Today, the last Friday of July is SysAdmin day and we appreciate them even more because they came through during the live show and got us back online. We also talk about David Pogue's new movement to "take back the beep." And we need to watch out for pandas. Listen and you'll find out why. Special guests: The hosts of Hak5.
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Apple to fix iPhone security flaw
The truth about the iPhone virus / vulnerability thing
Elinor: Researchers attack my iPhone via SMS
David Pogue wants to take back the beep
Bootkit bypasses Truecrypt full-disk encryption
Hackers: We can bypass San Francisco e-parking meters
HP researchers reveal details of browser-based darknet
Shock threat to shut Skype
CU prof’s iPhone app lets users snoop out surroundings
Cash for Clunkers cars get lethal injections
Fewer than 10 ET civilizations in our galaxy?
Police: Texting, talking NY trucker hits car, pool
Anonymous Premise Technician on Fiber to the premise
SysAdmin on a special holiday
Hi BUZZ Crew:
Just a quick note to say that on episode 1030 you discussed the new SSL vulnerability reported at Black Hat. You also went on to state how this issue could impact some web browsers more then others. You then noted that as it relates to this specific issue IE was more secure then FireFox.
A number of sources are now correcting the original report (including CNET [kudos for that]) to state that this issue will not impact FireFox 3.5 but only 3.0 and prior version of FireFox. I just thought that reporting this correction to BUZZ Town would be important.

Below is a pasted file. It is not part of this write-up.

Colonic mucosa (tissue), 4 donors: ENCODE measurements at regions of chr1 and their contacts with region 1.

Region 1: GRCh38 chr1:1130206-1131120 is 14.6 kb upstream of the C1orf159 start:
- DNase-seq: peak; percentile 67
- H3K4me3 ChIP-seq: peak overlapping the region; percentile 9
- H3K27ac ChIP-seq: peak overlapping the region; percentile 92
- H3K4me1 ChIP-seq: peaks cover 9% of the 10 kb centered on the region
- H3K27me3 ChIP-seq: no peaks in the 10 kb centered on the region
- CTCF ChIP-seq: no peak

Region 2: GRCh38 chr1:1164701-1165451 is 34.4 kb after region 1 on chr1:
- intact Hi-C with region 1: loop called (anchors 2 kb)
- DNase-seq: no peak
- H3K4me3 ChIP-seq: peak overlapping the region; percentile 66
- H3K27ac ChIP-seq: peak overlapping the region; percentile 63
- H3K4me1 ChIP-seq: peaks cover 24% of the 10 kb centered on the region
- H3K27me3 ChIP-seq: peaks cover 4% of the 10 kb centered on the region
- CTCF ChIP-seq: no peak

Highly addicted to the show,
IT Security Consultant
St. John’s, Newfoundland
Hey guys, just wanted to opine on the news story from BOL-1029. Totally normal practice to file a patent application and keep it active for a few years and file continuations with new patent claims (which define the scope of their protection) that cover actual implementations of competitors. There must be support for those new claims in the originally filed specification, however, so if they drafted the original application broadly enough, then it is perfectly legit to file new claims covering podcasting methods.
Quickly reviewed claim 1 and it is interesting, though the channel depth term seems problematic possibly. Looks like the original application is still pending, so they have the opportunity to further amend. Looks to be directed at the user side of the equation, so anyone who develops/deploys a podcatching app (wow, been a while since I used that term) might be running afoul of this patent.
Bob “The Patent Lawyer”
P.S. Been too long since I chimed in. Tom needs to opine more often on patents.